Helaman, The Book of Mormon, self-conception, buried texts
The Book of Helaman is a segment of the Book of Mormon whose study is both imperative and complicated in underappreciated ways. The imperative behind the book of Helaman's study lies in the text's significance for the self-conception of the Book of Mormon as well as its mythmaking function for the early Saints in their imaginative mapping of the American West. Like the Book of Mormon, Helaman traffics in buried texts that disclose signs and covenants and makes explicit the latent Lamanite frame that undergirds the Book of Mormon as a whole. It presents, as well, the Book of Mormon's most robust account of secret combinations-a group that then entranced the text's earliest readers to such a degree that they used this characterization to imbue their landscape with religious significance, describing the mountains surrounding the Salt Lake Valley as "the abode of the spirits of Gadianton robbers." To understand the Book of Mormon's sense of itself as a material artifact, to clarify the theological status of the Lamanites, and to explore the way the Book of Mormon helped sculpt a sense of place for early Latter-day Saints, close attention to the book of Helaman is an unavoidable prerequisite.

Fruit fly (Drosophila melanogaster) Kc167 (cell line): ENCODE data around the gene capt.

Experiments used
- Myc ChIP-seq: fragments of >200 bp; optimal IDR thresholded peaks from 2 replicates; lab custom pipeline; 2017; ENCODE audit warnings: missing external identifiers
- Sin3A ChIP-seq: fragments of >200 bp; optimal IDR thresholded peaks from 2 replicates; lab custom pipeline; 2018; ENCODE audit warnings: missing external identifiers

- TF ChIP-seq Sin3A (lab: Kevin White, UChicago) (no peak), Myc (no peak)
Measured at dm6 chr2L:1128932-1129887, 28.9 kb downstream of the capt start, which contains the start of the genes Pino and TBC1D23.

BYU ScholarsArchive Citation
Berkey, Kimberly M.
"Narrative Doubling and the Structure of Helaman,"
Journal of Book of Mormon Studies: Vol. 28:
1, Article 4.
Available at: https://scholarsarchive.byu.edu/jbms/vol28/iss1/4